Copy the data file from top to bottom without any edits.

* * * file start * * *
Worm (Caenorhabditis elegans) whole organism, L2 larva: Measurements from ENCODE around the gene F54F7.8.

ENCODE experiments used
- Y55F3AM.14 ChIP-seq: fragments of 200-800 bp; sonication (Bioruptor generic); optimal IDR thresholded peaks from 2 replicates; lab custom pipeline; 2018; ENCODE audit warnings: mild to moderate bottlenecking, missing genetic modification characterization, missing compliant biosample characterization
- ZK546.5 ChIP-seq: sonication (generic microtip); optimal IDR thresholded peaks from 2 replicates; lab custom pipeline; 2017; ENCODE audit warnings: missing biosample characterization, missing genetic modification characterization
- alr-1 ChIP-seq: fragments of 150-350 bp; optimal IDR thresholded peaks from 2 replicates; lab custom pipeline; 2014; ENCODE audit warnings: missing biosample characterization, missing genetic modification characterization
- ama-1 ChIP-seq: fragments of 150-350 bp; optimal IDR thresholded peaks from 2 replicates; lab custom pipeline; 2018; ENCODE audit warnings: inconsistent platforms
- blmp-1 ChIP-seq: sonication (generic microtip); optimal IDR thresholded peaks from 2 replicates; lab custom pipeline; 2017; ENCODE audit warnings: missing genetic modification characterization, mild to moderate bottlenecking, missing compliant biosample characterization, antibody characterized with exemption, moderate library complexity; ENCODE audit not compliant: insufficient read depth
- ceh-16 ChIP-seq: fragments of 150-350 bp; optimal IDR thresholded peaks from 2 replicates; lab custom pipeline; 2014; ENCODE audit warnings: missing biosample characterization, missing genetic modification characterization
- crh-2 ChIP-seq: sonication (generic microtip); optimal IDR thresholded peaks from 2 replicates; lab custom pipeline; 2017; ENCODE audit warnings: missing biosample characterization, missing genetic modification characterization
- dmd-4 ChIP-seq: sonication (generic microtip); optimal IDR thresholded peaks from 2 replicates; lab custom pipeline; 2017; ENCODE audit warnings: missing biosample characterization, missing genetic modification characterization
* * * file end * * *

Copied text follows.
Worm (Caenorhabditis elegans) whole organism, L2 larva: Measurements from ENCODE around the gene F54F7.8.

ENCODE experiments used
- Y55F3AM.14 ChIP-seq: fragments of 200-800 bp; sonication (Bioruptor generic); optimal IDR thresholded peaks from 2 replicates; lab custom pipeline; 2018; ENCODE audit warnings: mild to moderate bottlenecking, missing genetic modification characterization, missing compliant biosample characterization
- ZK546.5 ChIP-seq: sonication (generic microtip); optimal IDR thresholded peaks from 2 replicates; lab custom pipeline; 2017; ENCODE audit warnings: missing biosample characterization, missing genetic modification characterization
- alr-1 ChIP-seq: fragments of 150-350 bp; optimal IDR thresholded peaks from 2 replicates; lab custom pipeline; 2014; ENCODE audit warnings: missing biosample characterization, missing genetic modification characterization
- ama-1 ChIP-seq: fragments of 150-350 bp; optimal IDR thresholded peaks from 2 replicates; lab custom pipeline; 2018; ENCODE audit warnings: inconsistent platforms
- blmp-1 ChIP-seq: sonication (generic microtip); optimal IDR thresholded peaks from 2 replicates; lab custom pipeline; 2017; ENCODE audit warnings: missing genetic modification characterization, mild to moderate bottlenecking, missing compliant biosample characterization, antibody characterized with exemption, moderate library complexity; ENCODE audit not compliant: insufficient read depth
- ceh-16 ChIP-seq: fragments of 150-350 bp; optimal IDR thresholded peaks from 2 replicates; lab custom pipeline; 2014; ENCODE audit warnings: missing biosample characterization, missing genetic modification characterization
- crh-2 ChIP-seq: sonication (generic microtip); optimal IDR thresholded peaks from 2 replicates; lab custom pipeline; 2017; ENCODE audit warnings: missing biosample characterization, missing genetic modification characterization
- dmd-4 ChIP-seq: sonication (generic microtip); optimal IDR thresholded peaks from 2 replicates; lab custom pipeline; 2017; ENCODE audit warnings: missing biosample characterization, missing genetic modification characterization